With the windows to Nazlina's workshop wide open, we can't escape the background noise: the vrooms of cars and motorcycles as they zoom down the busy Georgetown street. “It’s a bit noisy here,” she said and suggested a coffee shop nearby. Agreeing with her, we found ourselves at Yin’s bakery. Yin was a dear friend to Nazlina and they were both comrades of the Italian-based organization, Slow Food. There are three words to their tag-line: clean, fair and good. “Clean as in not manufactured or chemically-produced, fair as in buying from the source, and good like hand-made from quality ingredients,” Nazlina explains. “It may be more expensive, but this is your body – might as well invest in it.”
With great spirit and enthusiasm, Nazlina told VAWAA about her life and cooking art, her hands moving back and forth as if she were a conductor orchestrating a great spectacle:
Let’s start from the beginning. What was your childhood like?
I was born in Penang and I grew up there. My hometown is a small village called Sungai Nibong. It’s now a bus terminal hub and not so much of a village anymore.
So, it’s more developed now?
Yes. When I grew up, we lived in a big double-storey house. Three generations lived there. Actually, no – four generations because at one point my great-grandmother was also living with us.
Growing up, who was in charge of the cooking?
My mother and my grandmother! Back then, if you had gone to the house, at any time, open any pot and there will be food in there! If somebody came at 10 at night – there was always some fish ready to be fried or some kuih (dessert food) in the fridge. Every morning, I would smell curry leaves being sautéed with onions.
That’s a very precise smell.
Yes, if I smell the curry leaves, I’m brought to that moment of between 9 to 10 a.m. when my grandmother is ready to cook lunch. We grew up eating simple but wholesome food. And, because I was in this environment, I grew up not wanting to eat outside food.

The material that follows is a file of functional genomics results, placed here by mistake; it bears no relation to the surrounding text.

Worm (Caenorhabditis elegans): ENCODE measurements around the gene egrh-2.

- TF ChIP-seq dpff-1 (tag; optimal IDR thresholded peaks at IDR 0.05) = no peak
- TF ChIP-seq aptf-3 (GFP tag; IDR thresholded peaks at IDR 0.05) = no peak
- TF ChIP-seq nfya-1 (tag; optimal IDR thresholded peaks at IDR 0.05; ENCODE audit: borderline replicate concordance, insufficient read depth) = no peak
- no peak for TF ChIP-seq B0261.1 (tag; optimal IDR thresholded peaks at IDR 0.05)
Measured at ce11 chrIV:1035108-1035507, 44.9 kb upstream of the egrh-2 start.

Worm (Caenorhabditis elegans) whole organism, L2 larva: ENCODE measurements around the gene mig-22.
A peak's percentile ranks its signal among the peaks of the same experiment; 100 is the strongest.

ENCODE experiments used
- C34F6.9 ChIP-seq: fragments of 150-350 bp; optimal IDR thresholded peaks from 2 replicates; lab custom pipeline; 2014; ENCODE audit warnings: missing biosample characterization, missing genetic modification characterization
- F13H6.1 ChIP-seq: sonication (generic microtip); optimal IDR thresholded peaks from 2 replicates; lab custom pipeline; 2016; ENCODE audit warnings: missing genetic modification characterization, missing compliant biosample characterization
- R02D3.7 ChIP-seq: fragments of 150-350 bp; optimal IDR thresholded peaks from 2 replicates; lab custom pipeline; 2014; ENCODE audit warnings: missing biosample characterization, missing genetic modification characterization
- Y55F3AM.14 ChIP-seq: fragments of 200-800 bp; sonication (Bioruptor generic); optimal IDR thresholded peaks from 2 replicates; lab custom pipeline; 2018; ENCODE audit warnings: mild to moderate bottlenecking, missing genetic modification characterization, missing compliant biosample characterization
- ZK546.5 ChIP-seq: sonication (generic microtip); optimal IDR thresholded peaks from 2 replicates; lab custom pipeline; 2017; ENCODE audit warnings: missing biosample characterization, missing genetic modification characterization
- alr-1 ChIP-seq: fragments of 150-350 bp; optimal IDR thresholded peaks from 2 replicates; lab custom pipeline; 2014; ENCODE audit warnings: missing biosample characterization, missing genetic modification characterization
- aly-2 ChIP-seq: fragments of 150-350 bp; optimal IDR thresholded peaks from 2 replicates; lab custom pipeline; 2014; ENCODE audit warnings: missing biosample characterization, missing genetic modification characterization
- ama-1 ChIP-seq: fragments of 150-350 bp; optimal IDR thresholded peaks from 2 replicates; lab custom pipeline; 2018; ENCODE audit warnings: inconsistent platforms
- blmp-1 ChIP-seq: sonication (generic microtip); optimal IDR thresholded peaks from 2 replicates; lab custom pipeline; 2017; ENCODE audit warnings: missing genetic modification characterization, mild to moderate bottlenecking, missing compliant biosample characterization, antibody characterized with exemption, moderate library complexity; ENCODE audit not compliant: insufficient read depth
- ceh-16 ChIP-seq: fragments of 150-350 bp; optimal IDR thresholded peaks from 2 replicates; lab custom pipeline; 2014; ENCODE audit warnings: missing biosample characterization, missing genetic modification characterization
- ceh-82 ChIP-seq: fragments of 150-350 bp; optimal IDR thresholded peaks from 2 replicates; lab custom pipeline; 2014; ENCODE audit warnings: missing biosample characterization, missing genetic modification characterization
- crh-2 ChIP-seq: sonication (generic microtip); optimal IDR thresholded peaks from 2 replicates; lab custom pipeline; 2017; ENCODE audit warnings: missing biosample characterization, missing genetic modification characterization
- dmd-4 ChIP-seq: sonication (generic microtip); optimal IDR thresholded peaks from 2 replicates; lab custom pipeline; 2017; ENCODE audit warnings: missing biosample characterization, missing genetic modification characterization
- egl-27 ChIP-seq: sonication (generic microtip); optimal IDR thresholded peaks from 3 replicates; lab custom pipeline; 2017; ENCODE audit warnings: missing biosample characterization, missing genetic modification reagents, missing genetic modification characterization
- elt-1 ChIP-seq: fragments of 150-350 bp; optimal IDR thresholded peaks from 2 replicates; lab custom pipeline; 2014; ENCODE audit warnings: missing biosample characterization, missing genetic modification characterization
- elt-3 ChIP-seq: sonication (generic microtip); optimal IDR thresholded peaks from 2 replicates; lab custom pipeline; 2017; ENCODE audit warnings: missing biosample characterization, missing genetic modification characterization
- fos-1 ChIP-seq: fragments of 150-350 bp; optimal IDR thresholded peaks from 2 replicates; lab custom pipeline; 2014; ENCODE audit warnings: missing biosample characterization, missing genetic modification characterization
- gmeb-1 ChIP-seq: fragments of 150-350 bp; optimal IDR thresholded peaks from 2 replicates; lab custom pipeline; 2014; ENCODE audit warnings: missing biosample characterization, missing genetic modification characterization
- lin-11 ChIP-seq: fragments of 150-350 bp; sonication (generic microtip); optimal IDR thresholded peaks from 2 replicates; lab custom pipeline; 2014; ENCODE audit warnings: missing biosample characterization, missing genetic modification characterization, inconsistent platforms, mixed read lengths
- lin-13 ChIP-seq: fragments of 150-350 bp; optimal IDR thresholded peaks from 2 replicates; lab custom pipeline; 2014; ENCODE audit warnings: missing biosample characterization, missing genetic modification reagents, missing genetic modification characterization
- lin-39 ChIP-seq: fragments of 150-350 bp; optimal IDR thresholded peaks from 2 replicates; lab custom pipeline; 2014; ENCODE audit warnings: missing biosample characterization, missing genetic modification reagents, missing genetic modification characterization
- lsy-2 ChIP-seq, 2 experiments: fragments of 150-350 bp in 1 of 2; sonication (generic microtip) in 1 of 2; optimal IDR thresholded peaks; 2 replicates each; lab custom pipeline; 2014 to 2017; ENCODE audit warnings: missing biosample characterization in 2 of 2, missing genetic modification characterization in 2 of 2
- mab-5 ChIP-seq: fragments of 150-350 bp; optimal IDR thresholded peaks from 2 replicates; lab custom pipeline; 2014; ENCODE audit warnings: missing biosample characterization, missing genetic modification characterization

There’s nothing like home-cooked food. How did you help out as a kid?
We went to the grocery store when something was finished like sugar or coconut. When we got back with goods, we received 10 cents upah (wages) from our grandmother. I also followed my grandmother to the Chowrasta market.
Is Chowrasta market the same then as it is now?
Alive and thriving as it was forty years ago. Most of the vendors there, I had seen since I was little. Mr Lim, the spring roll man, is still at the same spot. Every morning, he brings 20kg of spring roll skin. That’s 2,000 pieces which he makes every day. Mind you, he is over 70 years old!
That’s incredible! What do you like about Georgetown?
The charm of Georgetown is all this old trade. I go to the market and I buy from the locals. Everyone here is friends. If I don’t go for a few days, they’ll wonder where I am.
It’s a close-knit community you have here.
This is something you won’t find in big cities, anymore. You can’t ask the cashier: “If I buy this fish, what can I do with it?” Over here, if you go to the market and saw something unusual, they’ll tell you “this one is special from Ipoh… and this is how you cook it” – so you get that information.
What’s special about Traditional Malay cuisine?
The real, traditional way has no cooking oil involved. Nothing deep fried. Mostly roasted, steamed, simmered, brewed or boiled! Today, I made: Roti Jala, Beef Rendang, Salad…
…All without oil?
The only oil I used was about 6 tablespoons to fry the shallots. That’s it. And then, I made my rendang. I simmered it with water and spices. At the last minute, I added coconut milk.